IPSec VPN 101

1. IPSec

IPSec is a framework of open standars that offers security services to IP communication. When using IPSec you get the following benefits:

  • Data confidentiality – packets are encrypted before being sent
  • Data integrity – the receiver can verify if a packet was altered between the sender and itself
  • Data origin authentication – the receiver can authenticate the sender
  • Anti replay – the receiver will detect and reject replayed packets

1.1 Authentication and Encryption Protocols

1.1.1 ESP (Encapsulating Security Payload)

ESP (protocol number 50) is the protocol that offers encryption and authentication. In “transport mode”, ESP only takes the IP payload and encrypts it, leaving the IP Header untouched. This means that the source and destination address are kept end-to-end.

ESP Transport Mode

In “tunnel mode”, ESP takes both the IP Header and IP payload and encrypts it. It will have to build a new IP header to allow the traffic to reach the other end of the IPSec connection.

ESP Tunnel Mode

1.1.2 AH (Authentication Header)

AH (protocol number 51) is used only for authentication of the information inside the IP Header. It works in “transport mode”, where it adds the AH between the IP Header and the IP Data,

AH Transport Mode

or in “tunnel mode”, where it adds a new IP Header and the AH Header before the initial IP Header and IP Data:

AH Tunnel Mode

1.1.3 ESP & AH

ESP and AH can be used simultaneously. In “transport mode” AH offers authentication to the IP Header and ESP offers encryption and authentication to the IP Data:

ESP + AH Transport Mode

In “tunnel mode”, there is an overlap of functionality since ESP can also offers authentication to the IP Header

ESP + AH Tunnel Mode

Choosing one method over another is subject to specific requirements, but usually comes down to the processing power of each peer.

1.2 Security Associations (SAs)

An SA is a collection of parameters used to secure the communication between 2 peers. It specifies the protocols and algorithms to be used as well as the keying material.
IPSec can use manual keys, but in most situations it uses a protocol to negotiate and exchange these keys. For this purpose, IPSec uses a scheme known as ISAKMP (Internet Security Association and Key Management Protocol) to mange the SAs and the keys. The IKE protocol implements the IPSEC scheme, so the 2 names might overlap.

2. ISAKMP

The ISAKMP framework is a collection of methods used to manage the establishment of SAs and the keys involved in the process. IKE is a protocol that implements the ISAKMP framework.
ISAKMP requires and IKE implements a 2 phase process for establishing an IPSec SA. In the 1st phase, an ISAKMP SA is established. The ISAKMP SA is then used to protect the negotiations for the IPSec SA in the 2nd phase.
When implementing ISAKMP Phase 1, IKE can use either Main Mode or Aggressive Mode. When implementing ISAKMP Phase 2, IKE uses Quick Mode.

  1. ISAKMP Phase 1
    • IKE Main Mode: Uses a minimum of 6 messages before the SA is established. Also provides identity protection.
    • IKE Aggressive Mode: Uses a minimum of 3 messages before the SA is established. Does not provide identity protection.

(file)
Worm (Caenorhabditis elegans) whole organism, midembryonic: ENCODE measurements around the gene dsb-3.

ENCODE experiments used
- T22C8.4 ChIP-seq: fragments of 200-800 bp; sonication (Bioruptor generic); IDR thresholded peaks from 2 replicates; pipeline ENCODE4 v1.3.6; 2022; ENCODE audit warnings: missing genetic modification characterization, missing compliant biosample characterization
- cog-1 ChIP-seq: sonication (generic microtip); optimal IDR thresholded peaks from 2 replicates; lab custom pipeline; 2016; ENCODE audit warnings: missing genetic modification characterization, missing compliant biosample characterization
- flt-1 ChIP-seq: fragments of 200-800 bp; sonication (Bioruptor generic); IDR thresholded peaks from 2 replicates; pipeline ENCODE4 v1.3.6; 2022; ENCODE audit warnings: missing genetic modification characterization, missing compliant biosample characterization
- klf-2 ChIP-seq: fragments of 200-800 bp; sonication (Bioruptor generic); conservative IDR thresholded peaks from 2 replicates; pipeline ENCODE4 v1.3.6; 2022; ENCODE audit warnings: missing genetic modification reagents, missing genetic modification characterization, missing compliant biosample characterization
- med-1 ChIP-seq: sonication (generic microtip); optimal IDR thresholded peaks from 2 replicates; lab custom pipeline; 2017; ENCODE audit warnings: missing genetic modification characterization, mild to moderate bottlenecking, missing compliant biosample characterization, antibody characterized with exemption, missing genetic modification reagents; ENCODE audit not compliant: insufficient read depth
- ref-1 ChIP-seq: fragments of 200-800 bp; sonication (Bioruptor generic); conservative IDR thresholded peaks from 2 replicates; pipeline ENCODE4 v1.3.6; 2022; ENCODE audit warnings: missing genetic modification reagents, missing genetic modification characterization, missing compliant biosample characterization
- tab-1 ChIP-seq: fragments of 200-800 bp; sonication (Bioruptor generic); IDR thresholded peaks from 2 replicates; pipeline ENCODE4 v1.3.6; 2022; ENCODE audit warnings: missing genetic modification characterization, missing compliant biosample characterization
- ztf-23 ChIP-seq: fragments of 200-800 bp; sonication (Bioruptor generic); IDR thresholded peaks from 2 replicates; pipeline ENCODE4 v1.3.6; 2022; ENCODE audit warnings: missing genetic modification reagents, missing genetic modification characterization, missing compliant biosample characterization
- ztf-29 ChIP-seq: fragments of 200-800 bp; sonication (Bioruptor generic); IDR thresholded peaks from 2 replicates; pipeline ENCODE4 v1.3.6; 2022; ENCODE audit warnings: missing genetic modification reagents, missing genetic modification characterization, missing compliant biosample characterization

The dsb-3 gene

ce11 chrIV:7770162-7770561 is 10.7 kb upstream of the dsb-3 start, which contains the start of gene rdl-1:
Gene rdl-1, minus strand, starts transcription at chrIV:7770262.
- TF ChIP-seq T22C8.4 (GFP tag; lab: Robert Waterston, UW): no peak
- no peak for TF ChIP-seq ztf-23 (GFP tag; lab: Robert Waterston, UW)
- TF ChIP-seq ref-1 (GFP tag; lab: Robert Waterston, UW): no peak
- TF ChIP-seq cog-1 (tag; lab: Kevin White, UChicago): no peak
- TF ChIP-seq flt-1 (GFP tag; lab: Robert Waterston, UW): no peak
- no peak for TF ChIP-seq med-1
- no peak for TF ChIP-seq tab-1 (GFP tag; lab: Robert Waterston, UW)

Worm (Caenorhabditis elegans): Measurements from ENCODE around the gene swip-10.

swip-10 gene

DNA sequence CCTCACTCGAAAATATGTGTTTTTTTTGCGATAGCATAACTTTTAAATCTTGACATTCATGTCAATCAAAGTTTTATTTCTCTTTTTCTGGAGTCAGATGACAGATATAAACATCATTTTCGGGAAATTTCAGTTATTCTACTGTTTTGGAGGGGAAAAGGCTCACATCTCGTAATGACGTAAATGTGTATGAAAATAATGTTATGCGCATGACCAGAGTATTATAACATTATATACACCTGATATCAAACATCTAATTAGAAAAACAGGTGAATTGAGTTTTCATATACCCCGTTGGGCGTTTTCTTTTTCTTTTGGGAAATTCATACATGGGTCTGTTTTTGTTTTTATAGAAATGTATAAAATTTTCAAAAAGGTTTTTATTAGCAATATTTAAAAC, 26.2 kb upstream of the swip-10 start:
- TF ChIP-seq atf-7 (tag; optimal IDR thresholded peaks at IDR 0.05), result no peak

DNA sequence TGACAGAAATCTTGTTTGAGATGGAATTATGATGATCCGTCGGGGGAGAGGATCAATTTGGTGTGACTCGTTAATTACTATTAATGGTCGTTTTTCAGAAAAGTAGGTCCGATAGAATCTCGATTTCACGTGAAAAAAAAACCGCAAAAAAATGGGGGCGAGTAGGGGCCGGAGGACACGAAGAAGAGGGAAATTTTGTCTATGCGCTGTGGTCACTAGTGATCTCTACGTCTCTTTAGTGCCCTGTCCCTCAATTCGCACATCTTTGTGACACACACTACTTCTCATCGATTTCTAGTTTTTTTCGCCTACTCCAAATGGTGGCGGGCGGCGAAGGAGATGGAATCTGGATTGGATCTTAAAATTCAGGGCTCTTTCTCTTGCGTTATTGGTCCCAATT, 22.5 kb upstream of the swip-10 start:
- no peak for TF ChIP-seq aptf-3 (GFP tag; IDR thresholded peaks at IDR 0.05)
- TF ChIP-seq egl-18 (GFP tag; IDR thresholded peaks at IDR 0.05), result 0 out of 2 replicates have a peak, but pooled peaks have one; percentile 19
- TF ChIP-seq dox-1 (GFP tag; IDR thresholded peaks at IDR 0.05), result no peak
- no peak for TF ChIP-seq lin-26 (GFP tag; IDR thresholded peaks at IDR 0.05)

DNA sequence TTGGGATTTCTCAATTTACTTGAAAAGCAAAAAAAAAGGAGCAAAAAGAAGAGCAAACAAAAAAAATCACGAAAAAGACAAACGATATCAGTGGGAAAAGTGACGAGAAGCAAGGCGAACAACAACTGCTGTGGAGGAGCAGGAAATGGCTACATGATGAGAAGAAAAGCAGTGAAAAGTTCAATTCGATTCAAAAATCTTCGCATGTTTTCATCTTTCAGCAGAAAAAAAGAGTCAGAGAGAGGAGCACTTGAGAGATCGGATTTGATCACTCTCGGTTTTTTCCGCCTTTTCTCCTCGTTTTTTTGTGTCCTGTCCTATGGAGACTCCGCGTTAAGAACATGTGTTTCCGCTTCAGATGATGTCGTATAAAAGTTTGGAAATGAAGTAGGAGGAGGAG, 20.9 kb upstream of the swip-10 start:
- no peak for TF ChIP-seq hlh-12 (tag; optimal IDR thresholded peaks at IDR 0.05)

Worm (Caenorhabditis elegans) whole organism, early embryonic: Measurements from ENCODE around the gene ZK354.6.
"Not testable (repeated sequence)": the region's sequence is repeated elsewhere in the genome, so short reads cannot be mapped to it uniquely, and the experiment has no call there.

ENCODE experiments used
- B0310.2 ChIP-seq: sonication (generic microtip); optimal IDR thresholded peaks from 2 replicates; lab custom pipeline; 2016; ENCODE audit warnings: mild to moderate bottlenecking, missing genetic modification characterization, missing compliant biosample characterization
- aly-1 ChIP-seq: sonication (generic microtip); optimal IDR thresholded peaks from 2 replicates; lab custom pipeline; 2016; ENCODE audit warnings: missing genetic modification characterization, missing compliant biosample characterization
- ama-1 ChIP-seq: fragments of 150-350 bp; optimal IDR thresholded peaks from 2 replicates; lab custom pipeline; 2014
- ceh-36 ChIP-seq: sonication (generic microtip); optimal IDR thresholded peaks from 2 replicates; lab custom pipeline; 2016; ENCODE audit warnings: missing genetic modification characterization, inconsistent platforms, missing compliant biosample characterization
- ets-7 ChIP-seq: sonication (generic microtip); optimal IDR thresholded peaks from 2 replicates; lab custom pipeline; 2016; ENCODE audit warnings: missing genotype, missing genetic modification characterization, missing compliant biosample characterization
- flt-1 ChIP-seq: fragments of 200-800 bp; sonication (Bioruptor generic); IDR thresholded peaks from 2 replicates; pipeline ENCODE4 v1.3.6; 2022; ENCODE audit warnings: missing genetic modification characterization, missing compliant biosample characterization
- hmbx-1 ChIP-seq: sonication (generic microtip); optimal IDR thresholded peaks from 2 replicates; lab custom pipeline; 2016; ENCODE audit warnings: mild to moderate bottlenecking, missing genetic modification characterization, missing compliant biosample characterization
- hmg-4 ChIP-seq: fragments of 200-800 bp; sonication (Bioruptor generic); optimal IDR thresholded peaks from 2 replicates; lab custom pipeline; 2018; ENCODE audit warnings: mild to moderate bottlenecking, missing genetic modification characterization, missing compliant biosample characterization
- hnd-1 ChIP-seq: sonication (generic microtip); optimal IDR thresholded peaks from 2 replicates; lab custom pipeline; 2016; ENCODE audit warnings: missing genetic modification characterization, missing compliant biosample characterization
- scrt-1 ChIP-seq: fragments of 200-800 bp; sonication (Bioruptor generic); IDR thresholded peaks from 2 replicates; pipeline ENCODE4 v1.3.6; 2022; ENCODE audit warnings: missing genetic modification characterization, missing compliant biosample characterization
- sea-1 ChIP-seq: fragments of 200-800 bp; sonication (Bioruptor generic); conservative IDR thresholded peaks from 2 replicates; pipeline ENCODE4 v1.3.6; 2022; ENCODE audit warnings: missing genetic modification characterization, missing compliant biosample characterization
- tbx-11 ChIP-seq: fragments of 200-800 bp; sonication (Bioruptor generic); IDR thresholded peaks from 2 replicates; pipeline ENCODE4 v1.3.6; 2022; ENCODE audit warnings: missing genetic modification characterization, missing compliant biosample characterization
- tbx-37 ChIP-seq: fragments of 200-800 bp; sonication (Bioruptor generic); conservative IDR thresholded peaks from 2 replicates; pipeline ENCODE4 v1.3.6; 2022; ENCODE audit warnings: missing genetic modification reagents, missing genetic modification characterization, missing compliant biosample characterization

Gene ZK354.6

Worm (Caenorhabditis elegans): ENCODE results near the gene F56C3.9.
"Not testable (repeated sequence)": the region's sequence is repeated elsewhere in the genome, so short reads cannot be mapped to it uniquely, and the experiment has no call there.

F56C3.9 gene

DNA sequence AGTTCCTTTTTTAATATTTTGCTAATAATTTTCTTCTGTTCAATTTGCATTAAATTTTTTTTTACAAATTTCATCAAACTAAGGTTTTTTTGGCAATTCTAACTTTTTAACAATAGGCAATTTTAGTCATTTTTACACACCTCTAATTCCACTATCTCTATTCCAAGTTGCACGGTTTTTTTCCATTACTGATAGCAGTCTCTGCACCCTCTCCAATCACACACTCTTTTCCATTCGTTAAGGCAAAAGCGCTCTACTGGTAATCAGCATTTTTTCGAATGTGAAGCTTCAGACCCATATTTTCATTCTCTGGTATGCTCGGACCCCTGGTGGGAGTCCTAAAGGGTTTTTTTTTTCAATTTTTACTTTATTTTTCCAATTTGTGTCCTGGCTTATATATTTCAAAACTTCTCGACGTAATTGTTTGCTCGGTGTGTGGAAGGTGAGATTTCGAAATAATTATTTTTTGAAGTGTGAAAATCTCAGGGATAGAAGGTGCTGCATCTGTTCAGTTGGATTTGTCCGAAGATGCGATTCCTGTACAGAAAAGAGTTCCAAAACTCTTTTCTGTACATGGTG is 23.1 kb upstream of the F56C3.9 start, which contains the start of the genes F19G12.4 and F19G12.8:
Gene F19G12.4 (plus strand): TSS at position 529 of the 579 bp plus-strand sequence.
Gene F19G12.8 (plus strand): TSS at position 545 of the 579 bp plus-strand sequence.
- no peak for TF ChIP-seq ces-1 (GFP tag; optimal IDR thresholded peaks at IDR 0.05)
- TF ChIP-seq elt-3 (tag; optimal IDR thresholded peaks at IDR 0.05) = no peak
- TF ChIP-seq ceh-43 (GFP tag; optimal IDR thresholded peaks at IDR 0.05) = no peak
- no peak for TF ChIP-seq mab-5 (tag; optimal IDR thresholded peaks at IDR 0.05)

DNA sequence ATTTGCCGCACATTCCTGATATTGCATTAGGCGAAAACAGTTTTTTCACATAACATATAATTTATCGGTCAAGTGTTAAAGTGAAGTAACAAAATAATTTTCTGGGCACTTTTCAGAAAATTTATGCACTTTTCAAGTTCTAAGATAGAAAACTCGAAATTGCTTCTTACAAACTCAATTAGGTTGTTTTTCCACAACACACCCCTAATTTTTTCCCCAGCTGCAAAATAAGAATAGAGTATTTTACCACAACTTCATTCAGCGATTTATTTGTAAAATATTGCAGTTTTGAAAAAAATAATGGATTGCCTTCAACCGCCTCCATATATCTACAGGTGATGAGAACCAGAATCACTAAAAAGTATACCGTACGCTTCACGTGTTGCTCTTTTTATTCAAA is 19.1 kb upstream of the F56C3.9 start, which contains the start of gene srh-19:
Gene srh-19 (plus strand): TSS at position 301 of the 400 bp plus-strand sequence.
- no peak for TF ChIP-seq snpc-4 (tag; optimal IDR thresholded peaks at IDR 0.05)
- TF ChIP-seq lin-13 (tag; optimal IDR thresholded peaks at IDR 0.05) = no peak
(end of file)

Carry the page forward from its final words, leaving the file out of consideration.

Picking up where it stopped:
2. ISAKMP Phase 2
    • IKE Quick Mode: Similar to IKE Aggressive Mode, but protected by the ISAKMP SA negotiated in Phase 1

3. Configuring IPSec

3.1 Define a transform-set

A transform-set contains a list of possible transformations that are used in the IKE negotiation for the IPSec SA (IKE phase 2).

R(config)# crypto ipsec transform-set TRANSFORM-SET [AH-TR] [ESP-ENC-TR] [ESP-AUTH-TR] [COMPRESS-TR]
! AH-TR: ah-md5-hmac, ah-sha-hmac
! ESP-ENC-TR: esp-3des, esp-aes, esp-des, , esp-null, esp-seal, 
! ESP-AUTH-TR: esp-sha-hmac, esp-md5-hmac
! COMPRESS-TR: comp-lzs

Once you define the transform-set, you can also specify the mode: tunnel mode or trasport mode

R(cfg-crypto-trans)# mode {tunnel|transport}
!Changes the mode associated with the transform set.

The mode setting is applicable only to the traffic whose source and destination addresses are the IPsec peer addresses. All other traffic is in tunnel mode only.

3.2 Define Crypto Maps

3.2.1 Static Maps: IKE vs manual

When you create a crypto map, you have 2 options: either use manual keying, or IKE. To create a crypto map, use:

R(config)# crypto map CRYPTO-MAP SEQ {ipsec-isakmp|ipsec-manual}
! ipsec-isakmp uses IKE, ipsec-manual uses manual keys
R(config-crypto-map)# match address ACL
! Use the ACL to match the interesting traffic
R(config-crypto-map)# set peer PEER-IP
R(config-crypto-map)# set transform-set TRANSFORM-SET

When using IKE, you can also configure these settings:
Other setting specific to isakmp crypto maps, are:

R(config-crypto-map)# set security-association lifetime {seconds SEC| kilobytes KB}
! Time/Quantity of data after which new keys are generated
R(config-crypto-map)# set security-association idle-time SEC
! When no packets are sent/received for idle-time, the SA is deleted.
R(config-crypto-map)# set security-association level per-host
! By default, all traffic for a peer uses the same SA. 
! When using this command, packets for each host/destination pair will use a different SA
R(config-crypto-map)# set security-association replay {window-size SIZE|disable}
! You can customize or disable the anti-replay feature of IPSec.
R(config-crypto-map)# set pfs [group1|group2|group5]
! By default PFS is not requested. If requested, with no param, group1 is used.

When using manual keying, you have to specify the keys with:

! For ESP:
R(config-crypto-map)# set session-key {inbound|outbound} esp SPI cipher HEX-KEY [authenticator HEX-AUTHENTICATOR]
! For AH:
R(config-crypto-map)# set session-key {inbound|outbound} ah SPI HEX-KEY